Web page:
“Grant, Lord, that my children may learn to ‘live a life of love’, through the Spirit who dwells in them” (Ephesians 5:2; Galatians 5:22).
“Live a life of love.” What does that mean? Each person feels love in a different way, through words of affirmation, acts of service, receiving gifts, quality time or physical touch (http://www.5lovelanguages.com/) My prayer today is that Father reveals to me how each of my kids receive love so that I may show it in “their language”.
Ephesians 5:1-2 in the Message says, “Watch what God does, and then you do it, like children who learn proper behavior from their parents. Mostly what God does is love you. Keep company with him and learn a life of love. Observe how Christ loved us. His love was not cautious but extravagant. He did not love in order to get something from us but to give everything of himself to us. Love like that.”
This verse reminds us that our kids learn proper behavior from us, their parents. The more I read today’s verses the more convicted I am to be in prayer and stay focused on Christ because it is through my example and prayer for them that they will learn to live in love and accept the Holy Spirit into their own lives.
In Galatians 5:22 Paul teaches the fruit of the Spirit being; LOVE, joy, peace, patience, kindness, goodness, faithfulness, gentleness and self-control. Pastor Mark was talking about the importance of growing up and feeding our spirits whole food and not baby’s milk. What a great reminder as we start this week. And how fitting that he would talk about this the same week we pray these two verses over our kids.
Father is fighting for our kids. They are worth it. Let’s do our part as we continue to pray over them. Let’s keep fighting the good fight!
Guest Post: Rachel Theobald
A good reminder of what is truly urgent. Nice post from Tom Rainer today from his blog. Original found here.
I give you a new command: Love one another. Just as I have loved you, you must also love one another. By this all people will know that you are My disciples, if you have love for one another. (John 13:34-35, HCSB)
I have incredible vision to see the faults of others. I can tell you quickly what’s wrong with someone who is close to me or someone who is a critic of me.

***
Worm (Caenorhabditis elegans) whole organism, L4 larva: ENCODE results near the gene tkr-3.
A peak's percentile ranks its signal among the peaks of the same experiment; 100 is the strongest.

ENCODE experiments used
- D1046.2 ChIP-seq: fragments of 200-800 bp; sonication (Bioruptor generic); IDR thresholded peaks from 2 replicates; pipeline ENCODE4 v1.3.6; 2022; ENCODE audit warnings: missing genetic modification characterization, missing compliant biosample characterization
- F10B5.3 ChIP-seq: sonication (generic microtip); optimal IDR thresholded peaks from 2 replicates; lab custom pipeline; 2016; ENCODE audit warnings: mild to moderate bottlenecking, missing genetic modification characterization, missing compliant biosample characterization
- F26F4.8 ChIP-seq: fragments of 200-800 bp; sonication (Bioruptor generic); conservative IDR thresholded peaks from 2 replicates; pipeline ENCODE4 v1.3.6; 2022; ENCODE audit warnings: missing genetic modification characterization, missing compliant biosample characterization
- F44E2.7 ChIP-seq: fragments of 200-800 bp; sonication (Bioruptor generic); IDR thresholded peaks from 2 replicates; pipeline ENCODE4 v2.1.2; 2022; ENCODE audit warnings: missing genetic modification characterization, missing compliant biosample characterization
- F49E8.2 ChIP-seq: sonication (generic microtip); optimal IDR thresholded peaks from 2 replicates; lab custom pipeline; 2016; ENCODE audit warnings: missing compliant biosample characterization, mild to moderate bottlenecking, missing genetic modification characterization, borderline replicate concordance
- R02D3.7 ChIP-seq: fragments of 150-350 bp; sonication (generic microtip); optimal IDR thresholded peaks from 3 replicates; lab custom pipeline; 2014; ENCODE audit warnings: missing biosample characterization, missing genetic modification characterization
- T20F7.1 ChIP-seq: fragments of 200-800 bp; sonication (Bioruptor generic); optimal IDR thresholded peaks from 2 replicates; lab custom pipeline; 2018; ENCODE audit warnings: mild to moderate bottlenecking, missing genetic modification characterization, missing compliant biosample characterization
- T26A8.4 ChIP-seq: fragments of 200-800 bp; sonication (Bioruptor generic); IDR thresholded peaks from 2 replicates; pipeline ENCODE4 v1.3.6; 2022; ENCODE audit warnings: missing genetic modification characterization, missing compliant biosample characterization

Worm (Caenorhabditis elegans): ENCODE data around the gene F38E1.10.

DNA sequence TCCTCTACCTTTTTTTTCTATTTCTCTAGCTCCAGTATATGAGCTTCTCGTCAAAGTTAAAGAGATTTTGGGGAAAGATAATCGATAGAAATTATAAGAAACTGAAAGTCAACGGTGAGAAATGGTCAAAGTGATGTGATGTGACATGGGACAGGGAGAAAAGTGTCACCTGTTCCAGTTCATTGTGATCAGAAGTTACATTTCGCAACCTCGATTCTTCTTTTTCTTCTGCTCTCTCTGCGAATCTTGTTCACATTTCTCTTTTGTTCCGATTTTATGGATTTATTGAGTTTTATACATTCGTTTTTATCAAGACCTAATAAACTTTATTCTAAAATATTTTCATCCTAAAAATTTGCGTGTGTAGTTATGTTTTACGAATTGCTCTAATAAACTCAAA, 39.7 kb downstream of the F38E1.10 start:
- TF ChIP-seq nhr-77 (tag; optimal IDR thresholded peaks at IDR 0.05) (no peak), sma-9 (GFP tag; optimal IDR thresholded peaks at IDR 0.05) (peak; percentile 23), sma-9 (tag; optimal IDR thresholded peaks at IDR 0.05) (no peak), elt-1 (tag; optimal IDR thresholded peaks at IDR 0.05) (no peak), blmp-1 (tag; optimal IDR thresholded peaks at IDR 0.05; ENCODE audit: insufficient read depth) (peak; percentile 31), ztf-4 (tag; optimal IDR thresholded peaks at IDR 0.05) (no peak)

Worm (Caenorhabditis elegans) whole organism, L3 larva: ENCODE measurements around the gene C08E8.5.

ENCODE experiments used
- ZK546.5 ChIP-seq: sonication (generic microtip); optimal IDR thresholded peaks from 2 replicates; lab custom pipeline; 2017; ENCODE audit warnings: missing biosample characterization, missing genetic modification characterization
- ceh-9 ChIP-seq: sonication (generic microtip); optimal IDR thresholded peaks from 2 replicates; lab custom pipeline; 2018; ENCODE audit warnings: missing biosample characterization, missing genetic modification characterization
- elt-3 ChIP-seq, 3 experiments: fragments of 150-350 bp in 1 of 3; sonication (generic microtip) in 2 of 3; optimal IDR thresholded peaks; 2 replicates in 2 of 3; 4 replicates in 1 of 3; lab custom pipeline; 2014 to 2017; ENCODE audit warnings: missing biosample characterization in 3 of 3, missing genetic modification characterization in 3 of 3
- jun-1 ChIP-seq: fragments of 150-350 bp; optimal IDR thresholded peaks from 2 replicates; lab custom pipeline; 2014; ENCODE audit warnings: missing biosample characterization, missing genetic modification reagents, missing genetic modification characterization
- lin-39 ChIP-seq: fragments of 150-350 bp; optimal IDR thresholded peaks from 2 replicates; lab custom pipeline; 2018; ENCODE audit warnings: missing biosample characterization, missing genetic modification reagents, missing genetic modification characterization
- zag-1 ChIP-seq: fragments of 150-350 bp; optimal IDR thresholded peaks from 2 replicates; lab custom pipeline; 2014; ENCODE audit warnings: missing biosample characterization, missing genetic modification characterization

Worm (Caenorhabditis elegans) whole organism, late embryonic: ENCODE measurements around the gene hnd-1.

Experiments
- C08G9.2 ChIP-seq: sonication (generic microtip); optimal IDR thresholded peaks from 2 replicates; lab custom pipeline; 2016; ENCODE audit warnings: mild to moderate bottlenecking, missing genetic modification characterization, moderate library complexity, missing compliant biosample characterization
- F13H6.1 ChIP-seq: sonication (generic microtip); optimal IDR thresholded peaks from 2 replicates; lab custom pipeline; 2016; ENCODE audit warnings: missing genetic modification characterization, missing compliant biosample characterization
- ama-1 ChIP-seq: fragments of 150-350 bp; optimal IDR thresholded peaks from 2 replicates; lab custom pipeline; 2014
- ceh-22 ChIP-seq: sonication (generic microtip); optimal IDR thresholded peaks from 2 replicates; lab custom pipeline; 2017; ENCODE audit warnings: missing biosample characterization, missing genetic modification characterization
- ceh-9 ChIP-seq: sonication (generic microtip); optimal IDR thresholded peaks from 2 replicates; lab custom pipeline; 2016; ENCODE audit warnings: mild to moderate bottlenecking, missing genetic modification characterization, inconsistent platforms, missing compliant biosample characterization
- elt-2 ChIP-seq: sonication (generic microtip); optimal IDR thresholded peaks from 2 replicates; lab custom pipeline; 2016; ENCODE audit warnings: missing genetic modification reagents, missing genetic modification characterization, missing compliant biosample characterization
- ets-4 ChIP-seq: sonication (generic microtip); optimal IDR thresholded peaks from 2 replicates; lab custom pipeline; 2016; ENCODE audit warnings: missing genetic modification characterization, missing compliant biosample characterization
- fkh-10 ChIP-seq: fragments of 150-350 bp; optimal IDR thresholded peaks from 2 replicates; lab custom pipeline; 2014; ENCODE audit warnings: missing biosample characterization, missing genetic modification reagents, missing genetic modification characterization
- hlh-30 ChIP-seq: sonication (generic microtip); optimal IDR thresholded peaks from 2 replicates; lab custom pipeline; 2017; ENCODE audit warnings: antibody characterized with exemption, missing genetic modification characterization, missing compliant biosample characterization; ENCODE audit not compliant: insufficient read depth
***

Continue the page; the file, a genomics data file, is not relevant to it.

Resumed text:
My problem is that I don’t look in the mirror enough. I don’t see the plank in my own eyes because I’m so busy seeing the splinters in others’ eyes.
My plan for this year is to read the four Gospels repeatedly. Today I read John 13. Today God broke my heart.
The text above is so clear. The primary way that others will know of my faith is how I treat fellow believers. The love I demonstrate to others will be the test of my witness to the world.
I have a long way to go.
May I share with you what God said to me through these two verses? I have enumerated them into five “I must” statements.
- I must demonstrate love to all Christians. The “one another” passage is clear. There is no exception clause. There are no qualifying descriptors that allow any believer to be exempt from my demonstration of love.
- I must demonstrate love even to those who do not show love to me. This statement is a corollary of the first. It’s easy to love those who always have my back, who are some of my closest friends, and who would never say a critical word about me. But I must love the unloving, the critical, and the hurtful as well.
- I must ask God to work on me before I seek to examine the faults in others. If I truly follow this command, I need work first in my own life. I must repent of my sometimes loveless attitude toward others. I cannot demonstrate real love toward some people in my own power. But God can work through me. He reminds to love others as He first loves me. And He loved me so much that He died for me.
- I must demonstrate love to my family. Sometimes my actions or lack of actions communicate lack of love to those closest to me. Sometimes my priorities tell my family members that I really don’t love them as I should.
- I must realize that one of my most potentially powerful acts of evangelism is to show love to other believers. I asked my barber once what he thought of Christians. He said without malice that he knew what we were against, but he didn’t know what we were for. That stung. I often lament the woeful state of evangelism among believers and churches. And then I realize with conviction how many times I have likely hurt the cause of evangelism with my own lack of love toward other believers. The world is watching me. And though it pains me to admit it, what the world has seen in me is not often a pretty sight. I know I have at times been a hindrance to the Great Commission.
It is amazing to see the power of God’s Word. And it is amazing to see the power of God’s Word convicting my own life.
I came away from my Bible study today with a message from God to me. It was a clear and convicting word.
This one thing I must do.
I must love others.
Oh Happy Day~
Why is this seemingly erotic little book included in the sacred canon? What is its message? Is it allegorical- really about God’s love for his people Israel (Jewish interpretation) or Christ’s love for the church (Christian interpretation)? Not definitive, but the accreditation to Solomonic authorship is pretty strong, probably the first of his three books. Song of Songs is patently a collection of ancient Hebrew love poems celebrating the experiences of a lover and his beloved as they taste the beauty, power, agony, and joys of human sexual love. Is such a book appropriate to be included in Hebrew/Christian Scriptures? Continue reading